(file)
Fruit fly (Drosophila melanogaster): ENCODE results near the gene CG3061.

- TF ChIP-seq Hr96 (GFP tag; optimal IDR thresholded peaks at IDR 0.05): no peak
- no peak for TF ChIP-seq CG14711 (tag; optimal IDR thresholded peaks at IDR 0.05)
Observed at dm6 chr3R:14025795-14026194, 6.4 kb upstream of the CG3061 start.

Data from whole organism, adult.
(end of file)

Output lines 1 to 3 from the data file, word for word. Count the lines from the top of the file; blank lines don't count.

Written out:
Fruit fly (Drosophila melanogaster): ENCODE results near the gene CG3061.

- TF ChIP-seq Hr96 (GFP tag; optimal IDR thresholded peaks at IDR 0.05): no peak
- no peak for TF ChIP-seq CG14711 (tag; optimal IDR thresholded peaks at IDR 0.05)